UK firm pioneers production of eco-friendly sodium-ion batteries

The UK missed the opportunity to take a lead in the lithium-ion battery market – now dominated by Asian giants. One company is determined we don’t repeat the same mistake with sodium-ion batteries.

Sheffield-based Faradion Ltd is a pioneering developer of sodium-ion batteries for commercial purposes and electronic vehicles.

Faradion’s sodium-ion technology provides similar performance to conventional chemistries while replacing expensive and rare materials such as cobalt and lithium with the far more abundant sodium.

Unlike lithium-ion and lead acid batteries, Faradion’s sodium-ion batteries also have greater thermal stability, safety and are more sustainable. Furthermore, they can be safely transported and maintained at zero volts.


sodium-ion cells - image courtesy of Faradion Ltd

Sodium-ion cells – image courtesy of Faradion Ltd


The company, one of the beneficiaries of the UK government’s £246m Faraday battery challenge, is gearing up to supply more than 1 GWh/a year by 2024-25 worth in excess of approximately $100m/year.

The global battery market is predicted to grow to $60bn by 2024 as utility-scale energy storage expands. The transport sector will make up a large proportion of the market share as electric and hybrid vehicles become increasingly common on the roads.

Faradion Ltd has seen significant interest in markets such as the US, Europe and Australia, and recently announced partnerships in Australia and India to manufacture its sodium-ion batteries, a move which could see the UK take the lead in the sodium-ion battery market.

This is important for securing and diversifying global supply chains in the e-mobility industry, which are currently dependent on China.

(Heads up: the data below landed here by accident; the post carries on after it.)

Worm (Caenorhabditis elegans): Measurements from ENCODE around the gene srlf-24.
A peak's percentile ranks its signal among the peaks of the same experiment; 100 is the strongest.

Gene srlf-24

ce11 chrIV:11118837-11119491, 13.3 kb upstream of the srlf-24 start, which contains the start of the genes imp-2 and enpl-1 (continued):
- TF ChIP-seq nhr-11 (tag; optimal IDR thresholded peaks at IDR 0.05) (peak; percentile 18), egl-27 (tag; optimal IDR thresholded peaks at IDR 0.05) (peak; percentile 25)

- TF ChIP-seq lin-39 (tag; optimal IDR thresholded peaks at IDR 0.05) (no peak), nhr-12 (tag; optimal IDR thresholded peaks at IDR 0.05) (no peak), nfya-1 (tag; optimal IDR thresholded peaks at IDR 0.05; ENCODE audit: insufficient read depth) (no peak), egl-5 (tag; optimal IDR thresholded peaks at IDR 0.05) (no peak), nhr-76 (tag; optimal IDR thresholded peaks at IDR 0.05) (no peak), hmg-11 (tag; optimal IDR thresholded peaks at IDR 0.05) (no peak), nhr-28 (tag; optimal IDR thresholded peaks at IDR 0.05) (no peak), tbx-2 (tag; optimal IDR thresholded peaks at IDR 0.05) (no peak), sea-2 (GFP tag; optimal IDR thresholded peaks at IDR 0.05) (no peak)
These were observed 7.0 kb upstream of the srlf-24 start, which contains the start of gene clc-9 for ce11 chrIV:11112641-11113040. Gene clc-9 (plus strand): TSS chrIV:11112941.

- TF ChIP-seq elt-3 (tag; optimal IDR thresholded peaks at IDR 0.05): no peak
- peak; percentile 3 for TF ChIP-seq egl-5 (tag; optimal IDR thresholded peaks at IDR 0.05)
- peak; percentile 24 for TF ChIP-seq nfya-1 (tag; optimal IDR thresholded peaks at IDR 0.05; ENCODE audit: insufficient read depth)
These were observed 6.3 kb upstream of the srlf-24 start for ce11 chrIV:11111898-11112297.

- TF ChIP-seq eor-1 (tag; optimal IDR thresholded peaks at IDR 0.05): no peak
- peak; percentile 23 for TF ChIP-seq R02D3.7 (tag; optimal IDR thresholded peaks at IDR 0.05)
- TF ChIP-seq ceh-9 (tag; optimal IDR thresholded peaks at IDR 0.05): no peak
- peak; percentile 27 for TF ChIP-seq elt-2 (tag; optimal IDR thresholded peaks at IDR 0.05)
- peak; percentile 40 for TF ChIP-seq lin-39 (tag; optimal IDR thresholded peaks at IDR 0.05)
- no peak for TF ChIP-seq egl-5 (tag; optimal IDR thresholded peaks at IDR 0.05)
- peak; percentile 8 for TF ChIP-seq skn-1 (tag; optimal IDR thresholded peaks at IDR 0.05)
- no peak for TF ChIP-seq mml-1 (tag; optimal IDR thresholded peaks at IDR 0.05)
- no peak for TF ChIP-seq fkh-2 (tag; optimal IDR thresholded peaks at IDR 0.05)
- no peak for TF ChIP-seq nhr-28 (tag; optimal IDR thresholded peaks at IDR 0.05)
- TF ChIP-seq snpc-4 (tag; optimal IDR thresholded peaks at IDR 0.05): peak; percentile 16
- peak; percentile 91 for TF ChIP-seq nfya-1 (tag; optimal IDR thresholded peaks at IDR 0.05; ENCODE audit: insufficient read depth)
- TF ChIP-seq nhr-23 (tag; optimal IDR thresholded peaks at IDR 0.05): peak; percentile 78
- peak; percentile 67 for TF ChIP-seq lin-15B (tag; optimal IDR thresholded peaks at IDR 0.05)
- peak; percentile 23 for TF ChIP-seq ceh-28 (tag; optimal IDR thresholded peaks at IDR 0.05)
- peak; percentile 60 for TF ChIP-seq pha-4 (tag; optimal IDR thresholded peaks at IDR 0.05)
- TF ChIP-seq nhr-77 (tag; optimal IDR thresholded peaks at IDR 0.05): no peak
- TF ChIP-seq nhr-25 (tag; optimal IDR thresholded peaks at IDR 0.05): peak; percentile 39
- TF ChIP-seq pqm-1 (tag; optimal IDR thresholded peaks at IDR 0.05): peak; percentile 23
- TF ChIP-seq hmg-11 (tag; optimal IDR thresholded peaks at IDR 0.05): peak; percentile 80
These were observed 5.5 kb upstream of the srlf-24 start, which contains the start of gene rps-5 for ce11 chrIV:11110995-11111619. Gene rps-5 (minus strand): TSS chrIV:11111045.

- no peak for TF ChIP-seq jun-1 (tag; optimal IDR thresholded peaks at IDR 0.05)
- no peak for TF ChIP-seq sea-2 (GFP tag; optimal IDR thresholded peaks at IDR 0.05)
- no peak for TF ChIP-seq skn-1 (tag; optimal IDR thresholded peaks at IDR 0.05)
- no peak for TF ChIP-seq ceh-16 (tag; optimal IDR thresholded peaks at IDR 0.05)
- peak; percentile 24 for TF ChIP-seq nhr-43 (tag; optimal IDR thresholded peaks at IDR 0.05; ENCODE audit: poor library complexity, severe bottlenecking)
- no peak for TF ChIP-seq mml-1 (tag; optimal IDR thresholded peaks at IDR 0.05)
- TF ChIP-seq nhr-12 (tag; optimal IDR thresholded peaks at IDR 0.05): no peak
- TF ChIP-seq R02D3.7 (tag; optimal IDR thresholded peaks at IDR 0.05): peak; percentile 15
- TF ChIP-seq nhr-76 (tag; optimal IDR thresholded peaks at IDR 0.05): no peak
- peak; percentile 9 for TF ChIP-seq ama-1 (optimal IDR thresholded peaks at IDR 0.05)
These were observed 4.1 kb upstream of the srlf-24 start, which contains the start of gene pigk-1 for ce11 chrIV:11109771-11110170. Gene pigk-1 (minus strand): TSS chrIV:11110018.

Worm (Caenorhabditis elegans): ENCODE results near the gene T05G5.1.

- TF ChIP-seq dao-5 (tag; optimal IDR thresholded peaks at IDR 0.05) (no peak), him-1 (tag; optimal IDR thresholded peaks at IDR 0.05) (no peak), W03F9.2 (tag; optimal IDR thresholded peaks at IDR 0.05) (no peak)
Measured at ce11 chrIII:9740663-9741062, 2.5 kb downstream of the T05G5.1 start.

Australia and New Zealand have reported a steady uptake in battery storage in residential, commercial and grid-scale applications due to factors including significant reductions in the cost of storage and solar systems; increasing cost of electricity; concerns about blackouts, and financial incentives from the government.


electromobility electric cars vehicle ev charge charging recharging battery transport mobility - image courtesy of Depositphotos.

Image courtesy of Depositphotos


Meanwhile, India is fast moving towards electric commercial vehicles, driven by the government’s target of 30% electric vehicle adoption by 2030.

It has given a significant push to infrastructure by allocating $1.4 trillion for infrastructure to be invested by 2025 – higher than both the UK ($35bn) and the US ($500bn) in the same period.

Each day, 40km of highways are constructed in India and the market for roads and highways is projected to grow at an annual rate of 36% from now to 2025.

Faradion’s CEO, James Quinn commented: “Unlike in India, where the demand Is for e-mobility, in Australia, the market for energy storage is primarily for household battery technologies to complement solar photovoltaic installations, although the market for large-scale energy storage is also growing.”

In the UK and internationally, sustainable sodium-ion batteries could play a key role in shaping a post-Covid economic recovery.


*Header image courtesy of Shutterstock